distance.sample.size {distance.sample.size}R Documentation

Required study size in distance sampling.


Calculates the study size needed to achieve a target coefficient of variation for the abundance estimator in conventional distance sampling.


distance.sample.size(cv.pct, N = Inf, overdispersion = 2,
  detection.function, theta, mean.detection.prob.value,
  shape.hazard = c("verynarrow", "narrow", "wide"), w, stop = F)



The required cv expressed as a percentage. For example, use cv=15 for a coefficient of variation of 15%.


Optional. The total abundance of the objects or animals of interest in the whole region of interest. In practice may not be known, in which either a rough estimate can be used, or N can be set to infinity (the default) which is equivalent to assuming that the fraction of all animals observed is small. Setting N to Inf results in an over-estimation (usually slight) of the required sample size.


The factor by which the variance of the number of objects observed is inflated due to overdispersion. Burnham, Anderson and Laake (1985) suggest that a value of 2 may be fairly typical in practice.


The detection function. Only "halfnormal" and "hazard" (hazard rate) are supported at present.


The detection function parameters. A single value for halfnormal, or a vector of two values for hazard rate.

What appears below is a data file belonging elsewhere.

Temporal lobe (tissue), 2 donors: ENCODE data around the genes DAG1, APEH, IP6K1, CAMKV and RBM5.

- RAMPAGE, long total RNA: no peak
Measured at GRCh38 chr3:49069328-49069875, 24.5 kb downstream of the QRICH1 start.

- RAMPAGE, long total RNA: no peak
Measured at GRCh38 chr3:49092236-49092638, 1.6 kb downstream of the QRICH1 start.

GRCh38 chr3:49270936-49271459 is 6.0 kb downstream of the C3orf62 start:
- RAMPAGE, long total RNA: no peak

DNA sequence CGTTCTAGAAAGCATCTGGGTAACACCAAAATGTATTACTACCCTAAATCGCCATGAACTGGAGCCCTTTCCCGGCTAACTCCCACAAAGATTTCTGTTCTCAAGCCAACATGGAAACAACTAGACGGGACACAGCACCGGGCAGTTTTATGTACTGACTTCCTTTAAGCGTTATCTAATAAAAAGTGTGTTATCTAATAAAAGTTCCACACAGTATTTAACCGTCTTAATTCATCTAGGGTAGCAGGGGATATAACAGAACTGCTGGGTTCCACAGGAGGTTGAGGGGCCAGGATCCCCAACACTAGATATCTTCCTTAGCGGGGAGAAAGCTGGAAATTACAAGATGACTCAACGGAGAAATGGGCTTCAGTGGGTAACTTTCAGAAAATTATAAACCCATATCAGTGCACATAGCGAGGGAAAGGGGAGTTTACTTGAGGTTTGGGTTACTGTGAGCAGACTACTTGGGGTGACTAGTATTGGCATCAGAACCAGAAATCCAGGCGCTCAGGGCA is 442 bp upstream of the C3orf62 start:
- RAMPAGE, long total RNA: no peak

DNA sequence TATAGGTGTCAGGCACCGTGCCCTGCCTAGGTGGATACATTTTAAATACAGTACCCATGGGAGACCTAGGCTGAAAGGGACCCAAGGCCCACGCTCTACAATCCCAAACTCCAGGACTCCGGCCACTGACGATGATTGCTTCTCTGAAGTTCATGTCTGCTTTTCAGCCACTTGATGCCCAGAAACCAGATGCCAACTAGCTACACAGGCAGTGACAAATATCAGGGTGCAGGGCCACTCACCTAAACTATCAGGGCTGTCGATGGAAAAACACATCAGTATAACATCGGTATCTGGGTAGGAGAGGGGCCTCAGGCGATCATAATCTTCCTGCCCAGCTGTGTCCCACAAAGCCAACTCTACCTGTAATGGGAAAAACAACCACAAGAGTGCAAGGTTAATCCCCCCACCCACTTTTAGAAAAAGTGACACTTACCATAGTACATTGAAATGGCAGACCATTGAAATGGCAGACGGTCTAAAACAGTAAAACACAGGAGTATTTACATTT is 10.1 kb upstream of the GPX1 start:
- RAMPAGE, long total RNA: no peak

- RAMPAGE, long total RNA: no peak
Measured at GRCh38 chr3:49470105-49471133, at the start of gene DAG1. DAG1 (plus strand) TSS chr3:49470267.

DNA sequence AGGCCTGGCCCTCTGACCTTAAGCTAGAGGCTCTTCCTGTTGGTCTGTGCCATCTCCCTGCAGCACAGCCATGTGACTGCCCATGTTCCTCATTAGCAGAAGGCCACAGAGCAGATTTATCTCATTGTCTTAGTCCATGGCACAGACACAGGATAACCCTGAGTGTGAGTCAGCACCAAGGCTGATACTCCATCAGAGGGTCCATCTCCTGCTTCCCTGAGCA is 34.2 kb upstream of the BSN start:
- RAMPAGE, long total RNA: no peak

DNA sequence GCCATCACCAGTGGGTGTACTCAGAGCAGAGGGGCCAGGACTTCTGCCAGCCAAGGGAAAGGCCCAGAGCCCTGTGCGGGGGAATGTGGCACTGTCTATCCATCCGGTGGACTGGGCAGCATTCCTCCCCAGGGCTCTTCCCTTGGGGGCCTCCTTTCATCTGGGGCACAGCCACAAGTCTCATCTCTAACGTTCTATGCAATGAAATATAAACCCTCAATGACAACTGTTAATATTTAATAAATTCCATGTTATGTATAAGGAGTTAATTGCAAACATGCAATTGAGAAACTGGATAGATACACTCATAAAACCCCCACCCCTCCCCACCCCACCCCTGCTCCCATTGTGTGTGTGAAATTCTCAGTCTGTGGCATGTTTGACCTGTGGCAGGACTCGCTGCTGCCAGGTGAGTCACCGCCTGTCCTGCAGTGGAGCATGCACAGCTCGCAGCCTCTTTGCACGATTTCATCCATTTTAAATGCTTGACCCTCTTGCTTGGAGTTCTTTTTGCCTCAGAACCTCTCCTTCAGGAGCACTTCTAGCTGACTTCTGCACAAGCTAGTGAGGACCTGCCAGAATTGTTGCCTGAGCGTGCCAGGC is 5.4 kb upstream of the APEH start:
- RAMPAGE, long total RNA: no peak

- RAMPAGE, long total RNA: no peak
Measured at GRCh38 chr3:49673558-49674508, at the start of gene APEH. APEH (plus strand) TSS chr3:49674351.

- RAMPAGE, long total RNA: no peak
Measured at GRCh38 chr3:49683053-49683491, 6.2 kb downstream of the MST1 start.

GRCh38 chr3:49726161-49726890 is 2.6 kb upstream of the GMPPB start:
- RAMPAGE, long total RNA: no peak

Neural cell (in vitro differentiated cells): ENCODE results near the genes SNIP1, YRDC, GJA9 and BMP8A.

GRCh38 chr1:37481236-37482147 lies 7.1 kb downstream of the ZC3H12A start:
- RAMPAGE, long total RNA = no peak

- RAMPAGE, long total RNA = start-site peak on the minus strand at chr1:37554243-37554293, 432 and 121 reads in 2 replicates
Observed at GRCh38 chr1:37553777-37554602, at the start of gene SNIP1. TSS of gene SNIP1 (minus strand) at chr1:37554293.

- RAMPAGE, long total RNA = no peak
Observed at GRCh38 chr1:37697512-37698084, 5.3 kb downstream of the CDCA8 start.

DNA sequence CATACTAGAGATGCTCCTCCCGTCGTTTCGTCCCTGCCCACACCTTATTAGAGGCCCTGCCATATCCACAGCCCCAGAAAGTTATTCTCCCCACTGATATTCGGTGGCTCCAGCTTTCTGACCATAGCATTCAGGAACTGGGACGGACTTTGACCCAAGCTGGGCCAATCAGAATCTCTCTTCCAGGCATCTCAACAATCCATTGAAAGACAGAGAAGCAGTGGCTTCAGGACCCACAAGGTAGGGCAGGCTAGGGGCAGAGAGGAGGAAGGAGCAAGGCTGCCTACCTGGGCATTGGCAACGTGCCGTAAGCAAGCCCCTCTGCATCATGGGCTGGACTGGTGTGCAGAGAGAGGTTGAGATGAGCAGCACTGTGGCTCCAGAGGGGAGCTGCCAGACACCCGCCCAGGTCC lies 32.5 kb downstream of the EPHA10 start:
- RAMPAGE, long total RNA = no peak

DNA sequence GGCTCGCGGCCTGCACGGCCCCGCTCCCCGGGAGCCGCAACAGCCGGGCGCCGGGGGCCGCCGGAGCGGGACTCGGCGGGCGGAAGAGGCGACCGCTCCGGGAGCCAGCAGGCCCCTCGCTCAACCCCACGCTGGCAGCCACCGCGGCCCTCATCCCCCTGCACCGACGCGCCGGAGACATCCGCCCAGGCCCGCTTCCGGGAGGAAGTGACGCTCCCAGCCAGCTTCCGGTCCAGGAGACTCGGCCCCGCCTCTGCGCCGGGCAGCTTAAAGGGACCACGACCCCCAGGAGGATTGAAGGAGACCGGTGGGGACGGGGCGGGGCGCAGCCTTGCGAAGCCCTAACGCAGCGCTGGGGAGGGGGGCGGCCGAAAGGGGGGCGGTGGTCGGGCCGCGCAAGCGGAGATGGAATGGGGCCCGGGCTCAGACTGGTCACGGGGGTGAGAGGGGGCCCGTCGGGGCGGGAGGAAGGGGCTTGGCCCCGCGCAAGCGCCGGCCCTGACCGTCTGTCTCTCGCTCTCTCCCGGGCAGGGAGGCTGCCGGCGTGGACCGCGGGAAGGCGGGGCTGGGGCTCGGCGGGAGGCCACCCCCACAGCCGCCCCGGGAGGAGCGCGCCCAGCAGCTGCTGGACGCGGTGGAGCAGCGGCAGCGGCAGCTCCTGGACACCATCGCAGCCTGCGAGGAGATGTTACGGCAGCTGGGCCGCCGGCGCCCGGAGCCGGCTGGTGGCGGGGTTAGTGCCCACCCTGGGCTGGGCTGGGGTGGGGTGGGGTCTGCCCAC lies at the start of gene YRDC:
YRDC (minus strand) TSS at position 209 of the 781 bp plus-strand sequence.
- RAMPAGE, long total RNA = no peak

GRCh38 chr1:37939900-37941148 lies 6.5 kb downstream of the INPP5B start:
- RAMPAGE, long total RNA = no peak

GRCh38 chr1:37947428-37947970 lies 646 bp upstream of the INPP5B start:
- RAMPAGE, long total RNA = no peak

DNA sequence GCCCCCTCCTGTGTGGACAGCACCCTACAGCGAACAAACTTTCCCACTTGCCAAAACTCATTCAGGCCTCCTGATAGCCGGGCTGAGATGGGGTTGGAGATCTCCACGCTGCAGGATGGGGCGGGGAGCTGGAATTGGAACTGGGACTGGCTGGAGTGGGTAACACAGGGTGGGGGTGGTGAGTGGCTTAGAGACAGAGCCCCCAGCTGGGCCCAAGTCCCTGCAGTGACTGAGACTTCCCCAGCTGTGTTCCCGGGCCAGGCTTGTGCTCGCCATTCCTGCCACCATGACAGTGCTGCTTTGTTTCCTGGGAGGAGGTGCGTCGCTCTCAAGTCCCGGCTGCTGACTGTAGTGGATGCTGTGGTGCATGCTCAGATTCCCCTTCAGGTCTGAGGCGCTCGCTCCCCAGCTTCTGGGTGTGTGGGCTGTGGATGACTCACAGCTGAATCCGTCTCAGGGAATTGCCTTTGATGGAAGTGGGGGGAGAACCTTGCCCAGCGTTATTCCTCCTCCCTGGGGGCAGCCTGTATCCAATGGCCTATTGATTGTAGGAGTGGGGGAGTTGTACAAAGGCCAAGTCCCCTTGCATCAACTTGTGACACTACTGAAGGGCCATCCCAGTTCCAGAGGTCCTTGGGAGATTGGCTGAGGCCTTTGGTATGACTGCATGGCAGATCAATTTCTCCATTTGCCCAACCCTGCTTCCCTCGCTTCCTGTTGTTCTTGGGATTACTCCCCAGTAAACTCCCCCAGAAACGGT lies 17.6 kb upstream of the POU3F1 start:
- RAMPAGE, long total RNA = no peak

An optional value specifying the mean detection probability over the range of observation. If this is supplied, the first element of theta should be set to NA, and theta[1] will be calculated using mean.detection.prob.value and detection.function.


Can be used to specify theta according to 3 preset hazard rate models (the ones used in the simulation in Clark 2016). If shape.hazard is supplied, detection.function should be "hazard", theta need not be supplied, and w need not be supplied as is set to 1 (results in detection probabilities of 0.1 to 0.15 at w). All three options have an average detection rate of 0.6.


The maximum range of observation. Objects at distance greater than w from the observer are assumed to never be recorded.


Set to T to open a browser window (for debugging purposes)


It may be impossible to achieve the target precision, even if the expected sample size is equal to its maximum possible value of N divided by the mean detection probability. In this case, missing values are returned for the required sample size and coverage proportion, and a warning is issued.


A vector with named values giving: the required expected sample size, the required coverage rate (i.e. the proportion P of the region falling within distance w of an observer's path), the penalty due to unknown detection parameters when P<<1, and the penalty due to unknown detection parameters for the required value of P. The user can then use either the required coverage rate to determine how closely to space transect lines (or how many points to select in a point transect study)


Buckland S, Anderson D, Burnham K, Laake J and Borchers D (2001). Introduction to Distance Sampling: Estimating Abundance of Biological Populations. Oxford: Oxford University Press.

Burnham KP, Anderson DR, Laake JL (1985), "Efficiency and bias in strip and line transect sampling". The Journal of Wildlife Management, pp. 1012-1018.

Clark, R. G. (2016), "Statistical efficiency in distance sampling," PLoS One, forthcoming, www.plosone.org



[Package distance.sample.size version 0.0 Index]